Chapter

The Revolution from Above

Sebastian Balfour

in The End of the Spanish Empire, 1898–1923

Published in print February 1997 | ISBN: 9780198205074
Published online October 2011 | e-ISBN: 9780191676482 | DOI: http://dx.doi.org/10.1093/acprof:oso/9780198205074.003.0008
The Revolution from Above

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The strategy of the so-called revolution from above, associated with Francisco Silvela and above all with his successor as leader of the Conservatives, Antonio Maura, was a coherent attempt to regenerate the regime in the troubled conditions of post-Disaster Spain. Because they had both been long-standing critics of the status quo, their very appointment as party leaders was a clear sign that the political establishment was conscious of the urgent need for change. Indeed, the more far-sighted amongst them believed that unless the political system was radically reformed, it would be swept aside by a revolution from below. The failure of the revolution from above was due to the intractable problems of early 20th-century Spain, which were summed up earlier as the dual crisis of legitimacy and modernization — the legacy of the wars of 1895–8, the rise of mass politics, the contradictions between modernity and tradition, and the ideological polarization which all this encouraged.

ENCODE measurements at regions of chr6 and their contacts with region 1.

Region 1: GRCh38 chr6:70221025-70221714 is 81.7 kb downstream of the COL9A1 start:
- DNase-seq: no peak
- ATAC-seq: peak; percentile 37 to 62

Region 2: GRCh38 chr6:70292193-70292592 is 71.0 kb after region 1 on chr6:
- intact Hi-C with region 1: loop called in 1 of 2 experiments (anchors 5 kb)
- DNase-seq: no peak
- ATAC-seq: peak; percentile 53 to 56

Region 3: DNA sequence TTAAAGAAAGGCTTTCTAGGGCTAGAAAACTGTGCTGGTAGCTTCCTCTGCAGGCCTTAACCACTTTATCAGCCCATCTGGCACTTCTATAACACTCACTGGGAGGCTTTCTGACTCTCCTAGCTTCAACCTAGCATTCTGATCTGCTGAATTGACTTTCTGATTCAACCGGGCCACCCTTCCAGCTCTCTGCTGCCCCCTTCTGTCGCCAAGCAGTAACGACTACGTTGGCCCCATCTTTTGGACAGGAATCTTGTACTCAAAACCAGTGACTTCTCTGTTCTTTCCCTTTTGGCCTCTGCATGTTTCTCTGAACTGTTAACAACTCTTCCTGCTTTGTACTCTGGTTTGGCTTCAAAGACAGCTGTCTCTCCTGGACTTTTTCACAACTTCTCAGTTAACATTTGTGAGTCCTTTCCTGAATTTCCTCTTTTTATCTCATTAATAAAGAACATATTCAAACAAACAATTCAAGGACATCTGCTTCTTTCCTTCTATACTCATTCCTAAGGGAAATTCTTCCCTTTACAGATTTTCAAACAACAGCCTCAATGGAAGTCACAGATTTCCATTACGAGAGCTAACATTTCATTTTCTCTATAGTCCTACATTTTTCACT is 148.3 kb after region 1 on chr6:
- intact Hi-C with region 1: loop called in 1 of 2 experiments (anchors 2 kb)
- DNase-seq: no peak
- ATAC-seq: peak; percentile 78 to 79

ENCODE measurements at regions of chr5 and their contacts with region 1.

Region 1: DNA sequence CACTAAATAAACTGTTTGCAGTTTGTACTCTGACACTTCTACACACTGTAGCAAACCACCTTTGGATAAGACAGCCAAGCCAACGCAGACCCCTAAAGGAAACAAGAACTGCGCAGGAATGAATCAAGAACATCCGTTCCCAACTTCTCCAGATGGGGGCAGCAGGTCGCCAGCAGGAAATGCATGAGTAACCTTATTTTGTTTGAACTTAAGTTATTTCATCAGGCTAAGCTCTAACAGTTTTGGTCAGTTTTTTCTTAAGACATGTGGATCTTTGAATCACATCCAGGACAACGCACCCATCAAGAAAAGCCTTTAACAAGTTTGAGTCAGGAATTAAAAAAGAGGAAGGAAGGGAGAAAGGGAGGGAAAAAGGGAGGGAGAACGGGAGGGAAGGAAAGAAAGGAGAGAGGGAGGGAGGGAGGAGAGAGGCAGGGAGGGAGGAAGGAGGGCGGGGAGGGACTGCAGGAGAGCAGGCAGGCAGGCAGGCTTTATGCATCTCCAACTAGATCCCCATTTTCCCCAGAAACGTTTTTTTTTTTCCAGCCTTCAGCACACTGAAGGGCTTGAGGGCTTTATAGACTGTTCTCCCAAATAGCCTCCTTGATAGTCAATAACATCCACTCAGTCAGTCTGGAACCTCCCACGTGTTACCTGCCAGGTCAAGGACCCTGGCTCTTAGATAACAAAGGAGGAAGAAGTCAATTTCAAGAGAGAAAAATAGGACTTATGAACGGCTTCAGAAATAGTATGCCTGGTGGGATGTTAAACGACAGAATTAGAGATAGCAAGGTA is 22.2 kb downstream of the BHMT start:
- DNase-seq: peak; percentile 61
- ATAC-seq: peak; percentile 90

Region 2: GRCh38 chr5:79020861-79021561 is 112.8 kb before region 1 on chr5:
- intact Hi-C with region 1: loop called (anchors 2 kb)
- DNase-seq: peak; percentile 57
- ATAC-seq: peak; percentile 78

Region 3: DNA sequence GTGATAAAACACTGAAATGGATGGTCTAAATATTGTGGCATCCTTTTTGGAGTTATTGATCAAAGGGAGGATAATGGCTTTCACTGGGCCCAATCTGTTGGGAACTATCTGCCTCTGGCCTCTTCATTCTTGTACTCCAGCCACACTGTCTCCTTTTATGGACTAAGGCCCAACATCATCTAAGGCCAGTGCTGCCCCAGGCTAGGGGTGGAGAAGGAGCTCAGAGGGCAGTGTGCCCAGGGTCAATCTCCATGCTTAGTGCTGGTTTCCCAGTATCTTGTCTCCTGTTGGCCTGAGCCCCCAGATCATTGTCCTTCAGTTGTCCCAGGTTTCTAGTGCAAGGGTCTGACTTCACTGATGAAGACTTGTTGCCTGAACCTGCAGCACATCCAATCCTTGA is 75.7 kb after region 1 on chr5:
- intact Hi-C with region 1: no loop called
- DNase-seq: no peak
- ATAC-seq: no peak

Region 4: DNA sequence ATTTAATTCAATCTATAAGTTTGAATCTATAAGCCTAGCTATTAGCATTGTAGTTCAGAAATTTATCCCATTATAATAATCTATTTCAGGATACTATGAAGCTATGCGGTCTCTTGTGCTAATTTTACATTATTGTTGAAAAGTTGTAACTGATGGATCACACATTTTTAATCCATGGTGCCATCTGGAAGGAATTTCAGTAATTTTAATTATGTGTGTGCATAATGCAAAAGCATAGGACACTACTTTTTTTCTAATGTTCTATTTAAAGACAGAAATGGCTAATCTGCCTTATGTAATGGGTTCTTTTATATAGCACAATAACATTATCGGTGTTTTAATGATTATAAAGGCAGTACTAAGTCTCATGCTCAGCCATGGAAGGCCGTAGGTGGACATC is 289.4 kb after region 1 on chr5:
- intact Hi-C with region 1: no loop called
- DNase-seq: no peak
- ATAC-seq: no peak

Keywords: Spain; political system; political change; revolution; Francisco Silvela; Antonio Maura

Chapter.  10374 words. 

Subjects: Modern History (1700 to 1945)

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